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Boys and Girls Clubs helping “to inspire and enable all young people”

    “B-G-C-A-A, b-g-c-a-a, b-g-c-a-a,” students chanted as they embarked on their operation to spread the word about the Boys and Girls Clubs throughout the Westfield Annapolis Mall.

Books still cast their spell

    Carl Casary came to our school as an older man, somewhere in his 40s, to teach sixth grade. I think he was a World War II veteran. After lunch, he would read Edgar Allan Poe to us: “The Pit and the Pendulum,” “The Tell-Tale Heart,” “The Black Cat,” “The Cask of Amontillado.”

And it teaches across the curriculum

    “Did you meet any strange creatures on your way to school this morning?”     My dog … Just a squirrel … My bratty kid brother…     “I met a timber wolf when I was far up North, taking a walk alone through a snowed-in forest on the edge of the Arctic where I’d been interviewing Native Canadians on the Little Black River in Manitoba … Someone get the globe so we can find Manitoba …”

Thoughts from a 20-year teacher

     I’ve been a teacher, part-time, for 20 years. My students have ranged in age from two to 79. My subjects range, too: music, French and English as a Second Language. I’ve taught at two elite private elementary schools and two public institutions of higher education. Except with my own kids, I’ve skipped middle and high school.     This non-traditional career path — along with observations gleaned from the education of my own two adult children — has made me a learner as well as a teacher.

By paying Flush Tax, we’re all helping

Help fill a backpack for kids in need

    The best part of summer’s winding down is the acquisition of new school supplies.     Opening the full bag is as thrilling as opening a treasure chest. Abundant new and fresh, here is everything you need to make this the best year ever. Then comes the rush as you sharpen new pencils, use an unmarred eraser and crack open a pristine notebook to write on the very first page.     School supplies give students a better start back to school.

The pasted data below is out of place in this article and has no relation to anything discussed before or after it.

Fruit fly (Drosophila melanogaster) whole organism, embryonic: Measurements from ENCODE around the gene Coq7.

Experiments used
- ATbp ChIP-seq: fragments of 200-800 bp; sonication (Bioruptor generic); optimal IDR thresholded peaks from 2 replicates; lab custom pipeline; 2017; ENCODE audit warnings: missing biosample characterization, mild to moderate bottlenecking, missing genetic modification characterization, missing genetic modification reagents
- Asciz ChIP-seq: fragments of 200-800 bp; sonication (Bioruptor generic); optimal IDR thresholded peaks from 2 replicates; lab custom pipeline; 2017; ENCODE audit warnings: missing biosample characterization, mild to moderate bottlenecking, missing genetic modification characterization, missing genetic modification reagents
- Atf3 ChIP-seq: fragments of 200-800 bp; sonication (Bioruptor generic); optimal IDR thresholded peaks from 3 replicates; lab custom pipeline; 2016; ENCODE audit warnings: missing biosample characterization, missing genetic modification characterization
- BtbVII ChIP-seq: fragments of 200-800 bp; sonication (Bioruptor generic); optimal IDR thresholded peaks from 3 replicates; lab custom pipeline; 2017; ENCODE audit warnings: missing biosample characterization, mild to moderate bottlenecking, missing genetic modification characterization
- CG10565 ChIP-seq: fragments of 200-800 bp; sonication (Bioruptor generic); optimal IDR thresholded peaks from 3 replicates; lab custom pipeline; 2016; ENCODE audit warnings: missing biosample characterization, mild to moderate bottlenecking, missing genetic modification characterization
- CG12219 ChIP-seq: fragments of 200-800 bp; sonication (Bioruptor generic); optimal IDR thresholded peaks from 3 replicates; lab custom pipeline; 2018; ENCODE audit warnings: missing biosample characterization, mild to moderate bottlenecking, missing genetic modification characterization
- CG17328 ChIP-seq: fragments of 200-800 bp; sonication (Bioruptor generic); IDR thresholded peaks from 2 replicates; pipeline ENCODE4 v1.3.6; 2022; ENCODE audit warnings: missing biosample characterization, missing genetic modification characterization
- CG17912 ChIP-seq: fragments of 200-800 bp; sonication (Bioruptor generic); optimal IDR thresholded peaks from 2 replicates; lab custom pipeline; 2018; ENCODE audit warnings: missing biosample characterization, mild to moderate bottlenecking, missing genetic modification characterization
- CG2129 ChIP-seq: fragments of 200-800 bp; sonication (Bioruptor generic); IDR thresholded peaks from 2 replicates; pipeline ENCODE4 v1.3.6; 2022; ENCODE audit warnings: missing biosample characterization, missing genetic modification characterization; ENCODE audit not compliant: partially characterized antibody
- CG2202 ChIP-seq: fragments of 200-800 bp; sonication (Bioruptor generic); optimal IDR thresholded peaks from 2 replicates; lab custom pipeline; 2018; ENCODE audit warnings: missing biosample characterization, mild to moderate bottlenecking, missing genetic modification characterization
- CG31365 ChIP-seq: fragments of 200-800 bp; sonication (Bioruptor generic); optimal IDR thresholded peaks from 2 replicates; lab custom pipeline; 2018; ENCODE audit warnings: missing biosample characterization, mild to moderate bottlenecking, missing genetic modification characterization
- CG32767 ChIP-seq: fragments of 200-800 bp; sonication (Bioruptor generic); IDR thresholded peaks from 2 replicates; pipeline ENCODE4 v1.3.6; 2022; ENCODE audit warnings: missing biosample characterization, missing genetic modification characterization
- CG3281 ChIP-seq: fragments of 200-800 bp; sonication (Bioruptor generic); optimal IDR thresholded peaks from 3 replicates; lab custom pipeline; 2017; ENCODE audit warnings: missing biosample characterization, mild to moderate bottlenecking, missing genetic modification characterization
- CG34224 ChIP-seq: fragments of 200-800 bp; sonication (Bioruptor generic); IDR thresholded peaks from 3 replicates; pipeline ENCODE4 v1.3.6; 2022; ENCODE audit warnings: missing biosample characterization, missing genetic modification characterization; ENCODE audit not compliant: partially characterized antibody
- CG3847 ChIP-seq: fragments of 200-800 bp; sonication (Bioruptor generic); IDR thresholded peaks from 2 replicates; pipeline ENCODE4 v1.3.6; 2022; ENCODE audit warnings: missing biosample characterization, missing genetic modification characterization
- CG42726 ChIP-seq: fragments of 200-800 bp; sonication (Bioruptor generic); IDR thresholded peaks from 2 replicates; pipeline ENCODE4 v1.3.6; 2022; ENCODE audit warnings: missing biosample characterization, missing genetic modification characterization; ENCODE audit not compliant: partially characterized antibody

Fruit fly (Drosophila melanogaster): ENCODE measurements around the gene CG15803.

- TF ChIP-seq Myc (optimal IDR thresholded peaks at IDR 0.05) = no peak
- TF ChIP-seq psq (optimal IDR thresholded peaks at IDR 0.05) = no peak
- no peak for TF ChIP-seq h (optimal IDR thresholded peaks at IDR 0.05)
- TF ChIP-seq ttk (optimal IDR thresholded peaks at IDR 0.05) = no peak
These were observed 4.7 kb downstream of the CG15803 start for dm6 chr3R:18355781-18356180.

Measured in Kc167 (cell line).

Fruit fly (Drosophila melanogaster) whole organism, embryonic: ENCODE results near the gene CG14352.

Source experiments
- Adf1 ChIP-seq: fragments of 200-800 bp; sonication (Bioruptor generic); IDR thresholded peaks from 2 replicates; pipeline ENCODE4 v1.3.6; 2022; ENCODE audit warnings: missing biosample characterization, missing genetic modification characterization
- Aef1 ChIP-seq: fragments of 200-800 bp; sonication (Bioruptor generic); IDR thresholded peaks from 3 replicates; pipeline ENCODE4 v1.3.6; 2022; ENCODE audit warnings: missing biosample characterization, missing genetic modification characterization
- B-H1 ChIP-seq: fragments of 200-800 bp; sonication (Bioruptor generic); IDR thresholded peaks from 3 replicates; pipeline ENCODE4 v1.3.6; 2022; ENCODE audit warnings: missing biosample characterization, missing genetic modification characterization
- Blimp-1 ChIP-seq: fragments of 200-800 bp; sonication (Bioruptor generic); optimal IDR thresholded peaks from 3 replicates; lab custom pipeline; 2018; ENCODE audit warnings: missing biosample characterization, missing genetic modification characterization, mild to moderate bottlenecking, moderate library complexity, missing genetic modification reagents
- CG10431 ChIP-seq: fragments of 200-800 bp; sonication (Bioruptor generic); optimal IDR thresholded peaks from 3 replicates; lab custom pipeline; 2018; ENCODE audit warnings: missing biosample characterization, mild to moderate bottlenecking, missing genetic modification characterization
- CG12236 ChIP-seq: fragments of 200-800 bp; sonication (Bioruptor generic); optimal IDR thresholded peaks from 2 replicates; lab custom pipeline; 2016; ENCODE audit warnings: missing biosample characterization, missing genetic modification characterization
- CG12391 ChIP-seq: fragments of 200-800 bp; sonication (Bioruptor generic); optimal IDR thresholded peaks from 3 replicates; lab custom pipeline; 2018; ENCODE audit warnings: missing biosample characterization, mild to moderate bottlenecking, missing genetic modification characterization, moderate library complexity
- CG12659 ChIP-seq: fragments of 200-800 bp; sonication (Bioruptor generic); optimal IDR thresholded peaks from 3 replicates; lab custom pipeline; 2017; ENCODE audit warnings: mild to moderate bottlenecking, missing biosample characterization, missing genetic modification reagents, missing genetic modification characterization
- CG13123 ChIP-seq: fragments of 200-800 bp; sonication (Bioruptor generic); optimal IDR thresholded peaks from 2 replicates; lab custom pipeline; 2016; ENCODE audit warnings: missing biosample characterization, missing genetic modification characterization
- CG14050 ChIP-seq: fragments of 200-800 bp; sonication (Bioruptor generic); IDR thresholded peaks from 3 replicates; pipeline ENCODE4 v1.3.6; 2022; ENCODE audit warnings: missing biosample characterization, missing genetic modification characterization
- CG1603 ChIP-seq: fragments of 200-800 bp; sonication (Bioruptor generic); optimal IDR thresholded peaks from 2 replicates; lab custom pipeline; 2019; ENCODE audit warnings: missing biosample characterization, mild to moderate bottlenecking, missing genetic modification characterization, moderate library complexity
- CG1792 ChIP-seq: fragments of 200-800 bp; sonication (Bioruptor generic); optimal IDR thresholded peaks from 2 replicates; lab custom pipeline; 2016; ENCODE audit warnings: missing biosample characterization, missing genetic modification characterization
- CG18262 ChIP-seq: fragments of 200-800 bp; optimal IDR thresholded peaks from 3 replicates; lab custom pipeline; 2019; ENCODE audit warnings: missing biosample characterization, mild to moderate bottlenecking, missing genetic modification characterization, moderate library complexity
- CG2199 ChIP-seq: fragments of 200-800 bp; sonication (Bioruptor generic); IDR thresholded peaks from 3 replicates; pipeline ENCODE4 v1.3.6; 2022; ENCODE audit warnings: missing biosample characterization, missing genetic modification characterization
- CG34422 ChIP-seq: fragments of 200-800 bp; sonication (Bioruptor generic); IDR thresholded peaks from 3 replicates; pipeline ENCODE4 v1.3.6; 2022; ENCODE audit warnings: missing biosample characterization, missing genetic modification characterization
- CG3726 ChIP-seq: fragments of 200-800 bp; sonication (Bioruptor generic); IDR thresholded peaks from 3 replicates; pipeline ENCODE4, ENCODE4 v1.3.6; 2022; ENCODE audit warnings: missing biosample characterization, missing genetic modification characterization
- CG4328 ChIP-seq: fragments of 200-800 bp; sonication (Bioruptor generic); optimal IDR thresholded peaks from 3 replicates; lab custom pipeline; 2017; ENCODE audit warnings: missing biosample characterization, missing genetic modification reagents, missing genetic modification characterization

Writing the story of our species

Wonderful things about our species have been discovered by scientists in the last 30 years. We are so much more important to each other than we knew, more a gift to each other, more a needed comfort. Scientists are reporting their work, but the meaning of their work to our everyday lives is just becoming known to the general public. Spreading the news is what I try to do with my writing.

Summer after summer, you’d hear of some unlucky swimmer, waterman or shellfish eater. Then it happened to me

     On and in, I’ve swum, fished, crabbed, eeled, sailed, canoed, kayaked and written about the Patuxent River — from both sides — since 1960. When you live with a place for over 60 years, you think you know it.     From the birds that harvest the river … the migratory swans, geese, red-winged blackbirds and songbirds that visit … myriad sea creatures, terrapins, wiggly critters in the muck, ghosts of Patuxent Indians and later lost sailors who all sleep beneath — I love my river.

1939-2014

     Whitey Schmidt said many of his books were about secrets. He traveled to hundreds of crab houses, some off the beaten path (read: far off the beaten path) to write about the well known and the unknown. He talked to locals around the Chesapeake on how they prepared blue crabs and to owners of roadside stands about their favorite ways to prepare an Eastern Shore tomato, cucumber or peach. He introduced us to these people and their recipes through his 11 books about what these waters and lands produce.

Training makes a happier fellow

Optimus Prime was a playful, high-energy puppy when Sergeant Gregory ‘GJ’ Tomas Jr. received orders deploying him to Afghanistan for a second tour with the 82nd Airborne Division out of Fort Bragg, N.C.